Whether your airsoft games are in your backyard or at a local airsoft field, you need to take precautions to be sure no one is injured. This means using the proper gear, including the best airsoft mask. These give you the protection you need to prevent any serious facial injuries. If you're in the market for a new airsoft mask, keep reading!
Short On Time? Here Is The Bullet List
- Best Budget Goggles: Pyramex I-Force Dual-Pane Goggles
- Best Military Goggles: Revision Desert Locust Goggles
- Best Budget Glasses: Pyramex Highlander Glasses
- Best High-End Goggles: ESS Turbofan Goggles
- Best Beginner's Full Face Mask: Dye Special Edition Mask
- Best High-End Full Face Mask: Dye I4 or I5 Thermal Mask
**Below are our more detailed reviews. Click the links above to see current prices or read customer reviews on Amazon.
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Why Get a Mask or Goggles?
The main reason for adding some type of protective gear is because your face is the most vulnerable part of your entire body. There are a lot of areas that could be permanently damaged if you aren't wearing a mask or at the very least a set of goggles.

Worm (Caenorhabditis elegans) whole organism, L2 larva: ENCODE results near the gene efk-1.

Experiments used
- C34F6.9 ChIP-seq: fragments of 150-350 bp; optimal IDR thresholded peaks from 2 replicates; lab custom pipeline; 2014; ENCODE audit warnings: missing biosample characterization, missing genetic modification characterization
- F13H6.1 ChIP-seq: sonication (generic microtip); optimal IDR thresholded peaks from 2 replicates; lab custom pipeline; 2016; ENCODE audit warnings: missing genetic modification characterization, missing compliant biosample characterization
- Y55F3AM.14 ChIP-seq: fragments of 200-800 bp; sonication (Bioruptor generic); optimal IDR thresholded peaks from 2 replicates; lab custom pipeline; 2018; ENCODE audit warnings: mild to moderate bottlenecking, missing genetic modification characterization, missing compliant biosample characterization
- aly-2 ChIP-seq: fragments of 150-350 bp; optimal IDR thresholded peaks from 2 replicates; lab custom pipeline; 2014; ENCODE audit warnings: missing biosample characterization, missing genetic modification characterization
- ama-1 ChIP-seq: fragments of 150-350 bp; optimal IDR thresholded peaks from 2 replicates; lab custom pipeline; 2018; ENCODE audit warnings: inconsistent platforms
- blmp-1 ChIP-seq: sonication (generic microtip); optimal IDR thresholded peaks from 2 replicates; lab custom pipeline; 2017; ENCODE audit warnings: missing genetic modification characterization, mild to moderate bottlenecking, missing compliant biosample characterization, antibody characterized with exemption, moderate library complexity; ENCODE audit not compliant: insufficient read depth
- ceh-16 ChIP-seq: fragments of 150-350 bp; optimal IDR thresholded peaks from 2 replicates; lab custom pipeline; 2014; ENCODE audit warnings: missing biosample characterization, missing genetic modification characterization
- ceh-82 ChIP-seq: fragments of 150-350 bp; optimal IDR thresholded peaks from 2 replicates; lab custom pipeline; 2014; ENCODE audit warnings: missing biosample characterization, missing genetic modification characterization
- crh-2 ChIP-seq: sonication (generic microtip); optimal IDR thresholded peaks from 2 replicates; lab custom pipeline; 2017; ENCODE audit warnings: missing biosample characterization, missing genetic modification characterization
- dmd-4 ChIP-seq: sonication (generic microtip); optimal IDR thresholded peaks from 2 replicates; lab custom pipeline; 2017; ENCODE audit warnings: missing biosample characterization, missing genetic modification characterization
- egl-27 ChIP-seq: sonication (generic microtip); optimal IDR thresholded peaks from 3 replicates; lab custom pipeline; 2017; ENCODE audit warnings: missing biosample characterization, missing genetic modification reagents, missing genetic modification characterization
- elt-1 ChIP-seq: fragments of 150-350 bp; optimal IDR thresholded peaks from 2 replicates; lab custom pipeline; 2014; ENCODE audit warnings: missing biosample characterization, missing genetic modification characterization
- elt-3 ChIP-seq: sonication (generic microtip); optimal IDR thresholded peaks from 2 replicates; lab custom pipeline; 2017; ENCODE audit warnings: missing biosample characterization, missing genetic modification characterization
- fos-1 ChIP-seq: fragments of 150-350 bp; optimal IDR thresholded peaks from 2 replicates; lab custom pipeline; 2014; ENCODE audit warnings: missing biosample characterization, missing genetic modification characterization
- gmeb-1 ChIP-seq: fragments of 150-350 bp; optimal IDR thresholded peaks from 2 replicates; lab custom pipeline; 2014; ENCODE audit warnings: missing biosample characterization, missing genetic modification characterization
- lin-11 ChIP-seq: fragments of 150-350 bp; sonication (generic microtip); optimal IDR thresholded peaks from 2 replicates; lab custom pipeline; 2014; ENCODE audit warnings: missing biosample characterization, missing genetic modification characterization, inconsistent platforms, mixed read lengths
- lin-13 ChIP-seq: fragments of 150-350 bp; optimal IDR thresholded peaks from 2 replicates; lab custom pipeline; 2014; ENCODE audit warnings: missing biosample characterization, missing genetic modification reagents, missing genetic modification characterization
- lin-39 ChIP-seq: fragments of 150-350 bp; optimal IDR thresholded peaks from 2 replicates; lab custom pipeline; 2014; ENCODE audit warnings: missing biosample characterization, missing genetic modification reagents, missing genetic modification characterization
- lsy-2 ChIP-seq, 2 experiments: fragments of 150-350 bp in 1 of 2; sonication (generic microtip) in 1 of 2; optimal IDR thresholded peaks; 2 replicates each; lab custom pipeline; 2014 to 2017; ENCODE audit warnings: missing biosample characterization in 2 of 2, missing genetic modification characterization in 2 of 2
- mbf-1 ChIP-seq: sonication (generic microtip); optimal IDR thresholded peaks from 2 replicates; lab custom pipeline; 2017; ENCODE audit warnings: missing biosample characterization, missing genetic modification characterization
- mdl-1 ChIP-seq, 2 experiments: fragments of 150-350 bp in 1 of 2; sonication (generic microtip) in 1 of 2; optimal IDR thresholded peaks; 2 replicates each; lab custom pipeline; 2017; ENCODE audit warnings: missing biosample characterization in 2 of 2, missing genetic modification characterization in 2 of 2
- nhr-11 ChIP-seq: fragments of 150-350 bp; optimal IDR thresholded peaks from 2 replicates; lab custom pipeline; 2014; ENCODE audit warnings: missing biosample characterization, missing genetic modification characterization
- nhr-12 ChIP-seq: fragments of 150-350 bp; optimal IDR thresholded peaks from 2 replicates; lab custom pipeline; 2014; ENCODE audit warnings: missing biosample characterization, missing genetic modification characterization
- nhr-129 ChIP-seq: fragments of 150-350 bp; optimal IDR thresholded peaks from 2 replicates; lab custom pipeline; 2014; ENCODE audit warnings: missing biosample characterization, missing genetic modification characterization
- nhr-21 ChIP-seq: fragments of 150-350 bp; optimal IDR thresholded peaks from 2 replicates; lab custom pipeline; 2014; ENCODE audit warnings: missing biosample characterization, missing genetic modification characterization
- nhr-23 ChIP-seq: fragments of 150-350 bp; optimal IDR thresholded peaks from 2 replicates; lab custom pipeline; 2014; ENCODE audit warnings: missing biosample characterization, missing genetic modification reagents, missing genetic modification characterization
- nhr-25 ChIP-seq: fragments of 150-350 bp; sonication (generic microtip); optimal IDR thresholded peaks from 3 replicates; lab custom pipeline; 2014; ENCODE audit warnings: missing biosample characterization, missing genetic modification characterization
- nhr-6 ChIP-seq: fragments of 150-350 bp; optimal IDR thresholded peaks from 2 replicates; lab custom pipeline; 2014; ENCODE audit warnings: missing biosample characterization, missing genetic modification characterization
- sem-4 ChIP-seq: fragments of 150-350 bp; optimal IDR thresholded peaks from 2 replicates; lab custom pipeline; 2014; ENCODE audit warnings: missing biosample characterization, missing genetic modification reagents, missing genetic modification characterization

The worst place to get hit is your eyes. Doing so could blind you, even if those around you are shooting at the lowest speed possible. A decent set of goggles can prevent this damage, keeping your eyes and vision intact.
There is also the possibility of chipped or broken teeth. Getting hit on your cheeks or forehead could cause injuries as well, leaving pits or scars behind when the broken skin heals. Masks give you the protection needed to keep your entire face safe from injury. If you choose to go with protective goggles or glasses, a mouthguard is something you may want to look into as well, to keep your dentist visits to a minimum.
Another reason to get your hands on this type of gear is the fact that many playing fields actually require the use of it to participate. At the very minimum, you'll need a Z87+ rating for your protective gear, which includes a full seal around your eyes for the safest game possible.
Types of Masks